Indeed, this isn’t even the first time I’ve covered the developers who did it. You may recall that last year Marsfelder and I recorded a two-hour Let’s Play/vodcast of the game Crusader Kings II, one of many grand strategy games created by the Swedish company Paradox Development Studio. Indeed, over the past decade and change, they have been nearly synonymous with the genre in the West, making series such as Europa Universalis and Hearts of Iron into some of the best selling grand strategy games ever. Over the course of two hours of discussion and gameplay, I argued that the primary appeal of Paradox games was their generative, organic storytelling. Their design is such that the gameplay itself creates masterfully compelling and detailed narratives with the feel and scope of centuries of history.
Naturally, this made them the ideal candidate to develop the series that made hardcore gamers fall in love with covert Marxist propaganda. So it was that in 2003, Paradox released Victoria: An Empire Under the Sun, to a raucous response of…complete and utter indifference. Seven years later, they tried again with Victoria II, which didn’t sell that well either. It did well enough, however, to receive two DLC expansions, and it retains a sizable cult following which only continues to grow as the player base for their other series expands.
Victoria II spans exactly one century of history, between the years 1836 and 1936. This is a much shorter time scale than Crusader Kings or Europa Universalis. But its years are long ones – it takes place during a century of social, political, and economic transformation, in a world alive with revolt. The world map you see at the beginning of the game will not resemble the one you see at the end. At the beginning, the old monarchies of Europe struggle to suppress the rise of liberalism and bourgeois nationalism. In the midgame, they struggle for continental and colonial dominance as socialism emerges. At the end, fascism lurks in the shadow of crises of overproduction and (usually) the aftermath of a world war. Elsewhere, non-western nations must adapt or be squashed under the bootheel of global imperialism.
What makes Victoria II unique, however, are the game mechanics that drive these changes. There is, as one would expect, a complex economic system that models the production and exchange of goods. But its true distinguishing game mechanic is the POP system, the elaborate means by which it models and characterizes assorted groups of people ranging in size from a few dozen to hundreds of thousands. All POPs in Victoria II are categorized by culture and, most importantly, by class. Farmer and Laborer POPs gather raw resources, which is sold on the market by the Aristocrat, who owns the land. Craftsman POPs work in factories, which are owned by Capitalists and managed by Clerks. Each POP has their own set of goods, that they need, both for basic subsistence and emotional well being. Most importantly, the POPs are dynamic – their size, wealth, political affiliation, militancy, and class consciousness changes in direct response to their material conditions.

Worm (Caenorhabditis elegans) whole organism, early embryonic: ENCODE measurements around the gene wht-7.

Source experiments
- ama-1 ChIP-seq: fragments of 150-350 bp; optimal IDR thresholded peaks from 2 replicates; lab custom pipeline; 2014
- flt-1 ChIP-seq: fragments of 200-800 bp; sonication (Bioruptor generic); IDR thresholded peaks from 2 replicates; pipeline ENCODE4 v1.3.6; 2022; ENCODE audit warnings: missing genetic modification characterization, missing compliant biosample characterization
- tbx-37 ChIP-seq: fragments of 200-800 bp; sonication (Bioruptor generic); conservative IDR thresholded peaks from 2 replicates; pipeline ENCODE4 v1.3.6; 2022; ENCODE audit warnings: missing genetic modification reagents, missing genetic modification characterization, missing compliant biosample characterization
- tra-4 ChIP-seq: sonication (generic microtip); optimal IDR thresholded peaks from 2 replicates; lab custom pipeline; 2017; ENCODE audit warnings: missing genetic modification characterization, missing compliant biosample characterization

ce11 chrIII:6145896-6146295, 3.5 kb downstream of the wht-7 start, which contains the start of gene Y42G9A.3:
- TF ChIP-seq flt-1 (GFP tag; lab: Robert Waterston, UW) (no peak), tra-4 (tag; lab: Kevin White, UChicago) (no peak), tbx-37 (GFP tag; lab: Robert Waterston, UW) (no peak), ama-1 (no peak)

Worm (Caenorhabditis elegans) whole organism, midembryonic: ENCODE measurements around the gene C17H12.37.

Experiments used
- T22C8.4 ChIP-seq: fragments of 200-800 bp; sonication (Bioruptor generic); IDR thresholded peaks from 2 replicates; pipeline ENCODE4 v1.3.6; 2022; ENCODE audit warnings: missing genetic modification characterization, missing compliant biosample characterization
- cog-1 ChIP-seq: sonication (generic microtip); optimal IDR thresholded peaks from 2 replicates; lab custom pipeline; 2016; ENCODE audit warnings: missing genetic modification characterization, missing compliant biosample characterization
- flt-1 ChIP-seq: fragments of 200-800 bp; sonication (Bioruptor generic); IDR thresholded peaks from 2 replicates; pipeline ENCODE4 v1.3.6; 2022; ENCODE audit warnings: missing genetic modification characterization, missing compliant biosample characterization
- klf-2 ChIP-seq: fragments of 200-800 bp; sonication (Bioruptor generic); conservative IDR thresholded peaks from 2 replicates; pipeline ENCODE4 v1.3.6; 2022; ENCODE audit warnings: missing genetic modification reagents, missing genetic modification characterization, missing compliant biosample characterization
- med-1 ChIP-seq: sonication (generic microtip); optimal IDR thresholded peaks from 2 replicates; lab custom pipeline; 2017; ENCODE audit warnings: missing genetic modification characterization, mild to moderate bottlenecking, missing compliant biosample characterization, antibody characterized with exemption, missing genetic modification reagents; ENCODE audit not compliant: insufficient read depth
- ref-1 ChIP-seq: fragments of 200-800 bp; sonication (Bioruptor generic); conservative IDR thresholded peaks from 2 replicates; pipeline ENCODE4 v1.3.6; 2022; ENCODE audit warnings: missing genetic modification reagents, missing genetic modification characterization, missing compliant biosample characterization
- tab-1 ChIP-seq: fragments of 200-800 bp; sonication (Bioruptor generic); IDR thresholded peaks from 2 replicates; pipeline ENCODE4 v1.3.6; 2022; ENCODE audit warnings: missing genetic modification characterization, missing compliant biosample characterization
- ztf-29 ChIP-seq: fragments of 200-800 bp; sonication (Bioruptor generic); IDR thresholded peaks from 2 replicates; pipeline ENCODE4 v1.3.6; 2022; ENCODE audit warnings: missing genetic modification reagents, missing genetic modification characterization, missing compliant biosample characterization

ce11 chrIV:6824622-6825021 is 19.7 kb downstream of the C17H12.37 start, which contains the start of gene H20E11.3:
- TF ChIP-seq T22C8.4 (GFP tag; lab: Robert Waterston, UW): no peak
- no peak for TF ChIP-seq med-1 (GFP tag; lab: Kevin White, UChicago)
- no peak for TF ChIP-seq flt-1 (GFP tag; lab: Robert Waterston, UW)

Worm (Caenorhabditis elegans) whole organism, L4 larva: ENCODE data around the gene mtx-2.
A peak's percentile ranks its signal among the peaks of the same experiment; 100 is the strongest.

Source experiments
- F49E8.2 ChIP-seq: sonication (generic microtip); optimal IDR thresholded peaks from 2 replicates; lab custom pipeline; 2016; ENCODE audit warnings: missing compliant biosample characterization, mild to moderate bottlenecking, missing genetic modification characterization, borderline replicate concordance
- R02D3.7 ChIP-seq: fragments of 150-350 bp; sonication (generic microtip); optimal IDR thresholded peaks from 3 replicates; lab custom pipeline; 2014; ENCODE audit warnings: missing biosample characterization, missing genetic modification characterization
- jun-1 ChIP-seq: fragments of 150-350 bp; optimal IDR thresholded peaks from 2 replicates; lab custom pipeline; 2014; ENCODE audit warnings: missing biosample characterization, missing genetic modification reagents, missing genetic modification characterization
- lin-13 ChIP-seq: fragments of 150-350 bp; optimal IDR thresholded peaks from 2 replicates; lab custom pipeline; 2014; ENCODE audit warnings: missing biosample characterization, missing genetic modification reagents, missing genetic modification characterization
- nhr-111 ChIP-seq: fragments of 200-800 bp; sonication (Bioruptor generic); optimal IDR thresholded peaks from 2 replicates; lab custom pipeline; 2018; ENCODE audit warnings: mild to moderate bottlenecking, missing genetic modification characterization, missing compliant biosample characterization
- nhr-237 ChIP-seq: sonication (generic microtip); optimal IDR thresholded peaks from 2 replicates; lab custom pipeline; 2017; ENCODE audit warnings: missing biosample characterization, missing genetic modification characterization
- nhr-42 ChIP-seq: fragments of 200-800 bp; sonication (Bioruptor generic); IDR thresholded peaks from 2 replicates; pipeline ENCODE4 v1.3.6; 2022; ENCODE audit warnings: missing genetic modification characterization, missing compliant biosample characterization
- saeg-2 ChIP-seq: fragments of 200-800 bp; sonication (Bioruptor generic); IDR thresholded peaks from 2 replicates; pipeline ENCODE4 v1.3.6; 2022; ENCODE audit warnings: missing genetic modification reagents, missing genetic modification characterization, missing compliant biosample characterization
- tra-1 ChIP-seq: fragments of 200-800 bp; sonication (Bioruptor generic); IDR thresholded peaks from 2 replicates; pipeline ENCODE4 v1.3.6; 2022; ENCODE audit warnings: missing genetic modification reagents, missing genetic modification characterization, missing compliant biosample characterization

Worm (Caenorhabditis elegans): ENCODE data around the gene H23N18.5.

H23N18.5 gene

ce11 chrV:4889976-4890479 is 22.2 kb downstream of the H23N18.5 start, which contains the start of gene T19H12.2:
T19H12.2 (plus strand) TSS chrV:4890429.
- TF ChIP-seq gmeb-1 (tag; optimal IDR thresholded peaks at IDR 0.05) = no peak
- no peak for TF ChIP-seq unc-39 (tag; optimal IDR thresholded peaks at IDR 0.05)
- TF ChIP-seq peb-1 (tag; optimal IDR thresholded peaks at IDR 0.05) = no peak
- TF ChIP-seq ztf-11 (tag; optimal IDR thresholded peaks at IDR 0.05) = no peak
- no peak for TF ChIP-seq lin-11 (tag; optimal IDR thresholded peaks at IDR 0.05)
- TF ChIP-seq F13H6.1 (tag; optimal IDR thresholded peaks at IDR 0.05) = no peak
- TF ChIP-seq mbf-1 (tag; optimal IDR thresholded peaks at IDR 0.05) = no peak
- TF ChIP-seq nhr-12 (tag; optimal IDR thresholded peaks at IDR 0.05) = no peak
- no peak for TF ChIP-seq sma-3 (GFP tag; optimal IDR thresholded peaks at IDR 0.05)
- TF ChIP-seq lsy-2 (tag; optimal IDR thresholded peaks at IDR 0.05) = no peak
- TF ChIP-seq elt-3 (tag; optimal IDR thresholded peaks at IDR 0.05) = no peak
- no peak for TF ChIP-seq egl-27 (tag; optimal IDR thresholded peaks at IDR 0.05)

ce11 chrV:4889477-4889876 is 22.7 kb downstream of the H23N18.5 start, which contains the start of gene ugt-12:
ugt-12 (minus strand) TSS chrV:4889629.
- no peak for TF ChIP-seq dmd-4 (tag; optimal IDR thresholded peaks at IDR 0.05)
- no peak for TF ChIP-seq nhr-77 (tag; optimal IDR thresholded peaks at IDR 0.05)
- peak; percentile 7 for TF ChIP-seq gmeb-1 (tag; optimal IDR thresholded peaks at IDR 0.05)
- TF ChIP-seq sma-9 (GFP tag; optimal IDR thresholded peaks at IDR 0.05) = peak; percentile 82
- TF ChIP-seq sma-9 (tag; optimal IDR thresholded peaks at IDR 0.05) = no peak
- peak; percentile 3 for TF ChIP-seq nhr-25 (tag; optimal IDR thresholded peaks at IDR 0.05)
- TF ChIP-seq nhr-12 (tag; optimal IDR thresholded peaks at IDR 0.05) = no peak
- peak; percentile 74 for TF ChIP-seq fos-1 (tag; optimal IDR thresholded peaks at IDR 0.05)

Let me repeat that last one for the folks in the back: This game has a number to keep track of class consciousness.
This does not provide us with an entirely clean break from Prussian militarism. Nothing programmed in something called the Clausewitz engine ever could. In many instances, the historical materialism embedded in the game’s design merely provides an explanation for the imperialist behavior most players would be expected to engage in anyway. For instance, colonization allows for increased access to the raw materials required by Capitalist POPs, as well as providing them with new markets of exploited colonial Laborers and Farmers to which to sell their finished goods. But if it can’t completely break free of the baggage of its own genre, perhaps it can at least offer a self-critique. Or maybe even give the player a chance to create a better history.
But it wouldn’t be very materialist of me to simply tell you to take my word for it. Better we should test my assertions through direct demonstration.
Tewodros’s Ambition: Let’s Play Victoria II
Which brings me to the actual reason I wrote all of this in the first place. See, this entire essay is just an introduction to a Let’s Play I started planning back when I thought Paradox was about to announce Victoria III. (They, uh…did not).
This will be an informative Let’s Play, divided into 20-30 minute segments. I will try to introduce and explain Victoria II’s intimidating and complex mechanics, and also try to sprinkle in a few nuggets of historical insight as we go along.
I have chosen to play as Ethiopia, due mostly to its historical status as a center of resistance to imperialism, and due also to the challenge of prospering in a geopolitical climate which was historically hostile to attempts to industrialize “the periphery.” But there is a part of me that shares Kou Shibusawa’s fascination with particular moments in history – the day that upstart noble who united his nation was waylaid by the enemy, his friends having abandoned and betrayed him, and who, as the walls closed in, chose death instead of surrender. Of course, I’m talking about a different guy. But it’s the same question…what if?
What other stories could we have told about Africa, if this one hadn’t been interrupted?